Monday March 18, 2002 Homily by Fr. Robert Altier Fifth Week of Lent
Reading (Daniel 13:1-9, 15-17, 19-30, 33-62) Gospel (St. John 8:1-11)
In the two readings today, we see the mercy and the justice of God clearly laid out before us. And, as far as what we can expect, we also see that it depends on how we deal with things. In the first reading, we see the justice of God carried out against these two elders who had plotted evil against their neighbor, made false accusations, and tried to hide the truth. It was their own sin that was problematic, and that was what they chose to keep hidden. In the Gospel reading, on the other hand, we see a woman who is actually caught in the sin, but her own humility and disposition brings about the mercy of God. She did not try to deny it. She did not try to run from it. She was willing to accept whatever the sentence would be; the repentance was clearly there and she received the mercy of God.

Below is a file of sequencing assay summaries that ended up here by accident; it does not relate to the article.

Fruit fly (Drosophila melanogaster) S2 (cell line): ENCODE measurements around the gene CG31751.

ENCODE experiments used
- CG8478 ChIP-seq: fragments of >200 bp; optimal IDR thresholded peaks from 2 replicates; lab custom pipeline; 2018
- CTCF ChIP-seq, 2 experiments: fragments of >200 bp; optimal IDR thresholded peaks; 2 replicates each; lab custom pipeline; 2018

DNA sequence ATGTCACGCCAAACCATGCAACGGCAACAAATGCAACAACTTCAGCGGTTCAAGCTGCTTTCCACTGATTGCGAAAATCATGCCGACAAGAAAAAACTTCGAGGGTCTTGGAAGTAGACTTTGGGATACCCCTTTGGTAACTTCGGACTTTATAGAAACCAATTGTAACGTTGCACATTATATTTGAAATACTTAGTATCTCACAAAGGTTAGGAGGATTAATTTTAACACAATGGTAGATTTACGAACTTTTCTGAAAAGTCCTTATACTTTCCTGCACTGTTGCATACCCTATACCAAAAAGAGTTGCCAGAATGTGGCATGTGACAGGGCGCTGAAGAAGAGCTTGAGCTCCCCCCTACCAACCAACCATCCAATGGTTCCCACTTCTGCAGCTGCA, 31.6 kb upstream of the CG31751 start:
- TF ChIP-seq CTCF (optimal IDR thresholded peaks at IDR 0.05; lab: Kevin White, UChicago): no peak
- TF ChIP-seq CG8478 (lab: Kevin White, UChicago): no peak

The same is true for each one of us. If we choose to keep our sins hidden, we are going to have to deal with the justice of God. If we choose to confess our sins, get them out in the open, then we will receive the mercy of God. If we come to Confession and tell the Lord our sins, they will never be heard of again; instead, the Lord will say, "I do not condemn you. Go now, and avoid this sin from now on." If, on the other hand, we choose to keep our sins hidden, then we will await the day that we will stand before the Lord; and on that day there will be no mercy - there will only be judgment. On that day, the Lord will say to us, "I have these things against you. You kept these sins hidden, and now the angel of the Lord stands awaiting (as Daniel would say) to split you in two." That is not what we want to hear on the Day of Judgment.
God has provided so that everything will be taken care of for us. All that is necessary is a disposition on our part to be humble, to confess our sins, and to receive the mercy of God and have our sins forgiven.
* This text was transcribed from the audio recording of a homily by Father Robert Altier with minimal editing.